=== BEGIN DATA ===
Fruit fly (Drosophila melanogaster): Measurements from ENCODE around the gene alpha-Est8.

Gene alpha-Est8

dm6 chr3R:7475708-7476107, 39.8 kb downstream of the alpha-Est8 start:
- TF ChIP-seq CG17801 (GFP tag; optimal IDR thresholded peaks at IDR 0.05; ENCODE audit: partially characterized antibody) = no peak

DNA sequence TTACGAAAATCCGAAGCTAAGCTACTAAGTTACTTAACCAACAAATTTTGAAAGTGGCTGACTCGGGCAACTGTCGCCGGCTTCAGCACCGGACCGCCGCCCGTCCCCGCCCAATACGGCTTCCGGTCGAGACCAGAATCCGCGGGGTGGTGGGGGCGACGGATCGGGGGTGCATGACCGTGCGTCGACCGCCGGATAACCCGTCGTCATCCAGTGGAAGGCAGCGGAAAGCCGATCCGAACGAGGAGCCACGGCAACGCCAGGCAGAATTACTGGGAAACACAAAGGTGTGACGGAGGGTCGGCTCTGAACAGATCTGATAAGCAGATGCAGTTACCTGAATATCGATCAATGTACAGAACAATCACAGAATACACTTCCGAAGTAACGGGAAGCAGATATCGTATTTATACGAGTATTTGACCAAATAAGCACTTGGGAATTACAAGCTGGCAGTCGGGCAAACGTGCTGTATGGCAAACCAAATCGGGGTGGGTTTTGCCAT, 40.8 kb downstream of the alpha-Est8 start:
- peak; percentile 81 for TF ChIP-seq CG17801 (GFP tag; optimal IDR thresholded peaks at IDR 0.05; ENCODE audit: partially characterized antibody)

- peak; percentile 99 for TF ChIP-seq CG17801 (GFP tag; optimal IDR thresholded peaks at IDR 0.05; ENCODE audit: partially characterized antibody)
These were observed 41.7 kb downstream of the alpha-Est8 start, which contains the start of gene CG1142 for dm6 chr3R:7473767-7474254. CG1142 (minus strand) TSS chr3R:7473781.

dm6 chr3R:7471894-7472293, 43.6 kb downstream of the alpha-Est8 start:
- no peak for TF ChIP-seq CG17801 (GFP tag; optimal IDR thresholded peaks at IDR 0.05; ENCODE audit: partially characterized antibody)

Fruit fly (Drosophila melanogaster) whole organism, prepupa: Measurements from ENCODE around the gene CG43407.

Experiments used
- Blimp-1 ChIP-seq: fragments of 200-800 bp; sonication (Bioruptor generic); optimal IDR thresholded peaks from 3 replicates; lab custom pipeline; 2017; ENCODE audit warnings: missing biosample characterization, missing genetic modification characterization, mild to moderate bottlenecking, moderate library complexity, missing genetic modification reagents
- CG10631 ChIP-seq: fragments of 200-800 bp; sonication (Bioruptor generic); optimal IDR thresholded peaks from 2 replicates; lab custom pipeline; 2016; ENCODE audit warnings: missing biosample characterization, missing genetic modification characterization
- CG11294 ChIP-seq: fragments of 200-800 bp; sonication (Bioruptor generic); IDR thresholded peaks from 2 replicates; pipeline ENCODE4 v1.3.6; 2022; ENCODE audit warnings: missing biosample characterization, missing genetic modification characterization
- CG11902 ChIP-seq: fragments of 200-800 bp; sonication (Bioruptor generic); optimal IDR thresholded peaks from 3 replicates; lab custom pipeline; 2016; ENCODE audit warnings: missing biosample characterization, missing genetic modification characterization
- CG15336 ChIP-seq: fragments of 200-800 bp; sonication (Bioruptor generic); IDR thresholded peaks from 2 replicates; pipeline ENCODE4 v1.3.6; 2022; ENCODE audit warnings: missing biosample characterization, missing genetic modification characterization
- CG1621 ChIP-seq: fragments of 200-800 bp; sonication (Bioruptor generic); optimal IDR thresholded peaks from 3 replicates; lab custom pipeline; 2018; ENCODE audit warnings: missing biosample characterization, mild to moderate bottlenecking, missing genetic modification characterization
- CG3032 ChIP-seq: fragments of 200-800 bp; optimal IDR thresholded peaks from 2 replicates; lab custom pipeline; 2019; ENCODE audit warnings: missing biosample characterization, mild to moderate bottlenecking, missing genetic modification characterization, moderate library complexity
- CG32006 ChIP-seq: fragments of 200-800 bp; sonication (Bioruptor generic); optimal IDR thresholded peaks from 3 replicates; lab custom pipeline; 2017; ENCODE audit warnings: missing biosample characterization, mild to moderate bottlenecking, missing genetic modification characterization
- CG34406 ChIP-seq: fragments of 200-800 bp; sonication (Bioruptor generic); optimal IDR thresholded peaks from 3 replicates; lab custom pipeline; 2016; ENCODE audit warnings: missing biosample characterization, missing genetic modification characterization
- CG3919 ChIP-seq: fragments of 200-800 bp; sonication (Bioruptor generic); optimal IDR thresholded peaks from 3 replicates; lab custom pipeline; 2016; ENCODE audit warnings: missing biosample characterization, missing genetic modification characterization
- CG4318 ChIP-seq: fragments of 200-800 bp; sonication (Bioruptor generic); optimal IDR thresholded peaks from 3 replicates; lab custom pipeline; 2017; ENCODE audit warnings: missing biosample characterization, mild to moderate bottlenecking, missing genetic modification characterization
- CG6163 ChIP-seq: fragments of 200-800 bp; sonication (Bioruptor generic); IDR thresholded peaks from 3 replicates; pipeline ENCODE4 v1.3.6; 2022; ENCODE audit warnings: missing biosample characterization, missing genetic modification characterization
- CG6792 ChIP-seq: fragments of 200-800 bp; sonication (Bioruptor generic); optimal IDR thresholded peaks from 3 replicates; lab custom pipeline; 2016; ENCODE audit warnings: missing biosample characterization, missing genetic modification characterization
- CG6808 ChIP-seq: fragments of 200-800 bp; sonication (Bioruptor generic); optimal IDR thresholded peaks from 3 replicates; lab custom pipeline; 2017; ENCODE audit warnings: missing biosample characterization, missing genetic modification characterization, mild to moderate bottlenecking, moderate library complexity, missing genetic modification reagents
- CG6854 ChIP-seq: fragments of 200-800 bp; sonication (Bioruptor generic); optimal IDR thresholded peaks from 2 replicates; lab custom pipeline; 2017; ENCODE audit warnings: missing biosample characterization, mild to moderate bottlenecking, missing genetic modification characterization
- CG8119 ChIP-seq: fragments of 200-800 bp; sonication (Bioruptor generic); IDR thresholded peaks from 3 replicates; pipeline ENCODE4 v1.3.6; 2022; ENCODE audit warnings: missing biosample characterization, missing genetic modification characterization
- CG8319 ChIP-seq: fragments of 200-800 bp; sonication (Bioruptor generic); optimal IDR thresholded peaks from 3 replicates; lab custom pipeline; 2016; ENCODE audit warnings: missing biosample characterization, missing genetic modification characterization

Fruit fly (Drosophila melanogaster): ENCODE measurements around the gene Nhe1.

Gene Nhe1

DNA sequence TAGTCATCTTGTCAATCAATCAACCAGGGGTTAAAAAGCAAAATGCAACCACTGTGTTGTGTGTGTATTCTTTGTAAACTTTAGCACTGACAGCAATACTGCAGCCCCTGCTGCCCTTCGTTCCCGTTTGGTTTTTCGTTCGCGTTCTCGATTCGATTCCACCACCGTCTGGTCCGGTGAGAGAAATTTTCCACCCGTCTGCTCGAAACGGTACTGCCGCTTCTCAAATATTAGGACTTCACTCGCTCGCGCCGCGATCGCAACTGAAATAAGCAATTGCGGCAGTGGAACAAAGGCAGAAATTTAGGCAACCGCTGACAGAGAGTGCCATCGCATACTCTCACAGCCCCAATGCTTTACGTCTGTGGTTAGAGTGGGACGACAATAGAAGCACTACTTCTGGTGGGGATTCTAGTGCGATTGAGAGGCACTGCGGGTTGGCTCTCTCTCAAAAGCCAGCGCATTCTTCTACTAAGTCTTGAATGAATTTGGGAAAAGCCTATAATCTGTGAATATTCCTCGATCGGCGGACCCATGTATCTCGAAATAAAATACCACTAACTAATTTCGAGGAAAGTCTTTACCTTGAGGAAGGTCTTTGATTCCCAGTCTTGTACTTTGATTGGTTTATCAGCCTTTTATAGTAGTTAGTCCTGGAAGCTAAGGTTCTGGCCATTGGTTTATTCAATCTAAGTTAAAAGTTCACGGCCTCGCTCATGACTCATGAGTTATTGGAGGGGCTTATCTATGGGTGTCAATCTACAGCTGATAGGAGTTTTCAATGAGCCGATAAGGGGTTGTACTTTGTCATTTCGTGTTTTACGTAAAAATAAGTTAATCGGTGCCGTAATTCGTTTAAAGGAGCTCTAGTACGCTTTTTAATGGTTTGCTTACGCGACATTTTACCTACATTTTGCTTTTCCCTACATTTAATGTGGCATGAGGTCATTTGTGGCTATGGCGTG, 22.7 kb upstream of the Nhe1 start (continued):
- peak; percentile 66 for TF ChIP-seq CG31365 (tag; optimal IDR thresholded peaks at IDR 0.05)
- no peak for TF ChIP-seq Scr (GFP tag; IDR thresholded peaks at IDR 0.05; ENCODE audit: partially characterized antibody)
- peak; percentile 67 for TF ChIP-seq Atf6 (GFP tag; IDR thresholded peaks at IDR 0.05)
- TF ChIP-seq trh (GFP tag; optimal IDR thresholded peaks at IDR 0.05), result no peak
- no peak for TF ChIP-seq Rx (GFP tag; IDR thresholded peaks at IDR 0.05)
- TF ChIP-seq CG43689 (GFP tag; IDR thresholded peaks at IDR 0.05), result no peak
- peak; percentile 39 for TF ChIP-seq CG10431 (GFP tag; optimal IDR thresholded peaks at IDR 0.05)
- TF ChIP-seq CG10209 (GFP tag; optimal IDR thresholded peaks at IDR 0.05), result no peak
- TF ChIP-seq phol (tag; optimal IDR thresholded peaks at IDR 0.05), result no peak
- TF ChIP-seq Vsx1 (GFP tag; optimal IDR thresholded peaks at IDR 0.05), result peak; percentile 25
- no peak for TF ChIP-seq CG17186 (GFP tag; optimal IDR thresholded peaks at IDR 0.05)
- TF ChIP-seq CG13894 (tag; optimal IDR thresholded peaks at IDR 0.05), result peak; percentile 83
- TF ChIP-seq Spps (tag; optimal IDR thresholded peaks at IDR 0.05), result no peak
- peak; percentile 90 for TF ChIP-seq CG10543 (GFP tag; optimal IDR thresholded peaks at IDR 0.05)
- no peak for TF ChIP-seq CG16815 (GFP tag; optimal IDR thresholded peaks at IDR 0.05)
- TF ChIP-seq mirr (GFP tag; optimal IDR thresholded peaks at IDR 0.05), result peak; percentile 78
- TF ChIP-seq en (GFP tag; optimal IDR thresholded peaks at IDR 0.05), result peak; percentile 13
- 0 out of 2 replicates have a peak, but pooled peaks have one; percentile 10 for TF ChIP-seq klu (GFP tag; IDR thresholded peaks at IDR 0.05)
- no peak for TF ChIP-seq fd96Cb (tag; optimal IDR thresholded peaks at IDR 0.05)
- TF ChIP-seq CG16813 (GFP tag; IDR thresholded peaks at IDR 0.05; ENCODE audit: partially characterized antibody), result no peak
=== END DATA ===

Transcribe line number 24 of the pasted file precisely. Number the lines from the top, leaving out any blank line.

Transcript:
- CG6163 ChIP-seq: fragments of 200-800 bp; sonication (Bioruptor generic); IDR thresholded peaks from 3 replicates; pipeline ENCODE4 v1.3.6; 2022; ENCODE audit warnings: missing biosample characterization, missing genetic modification characterization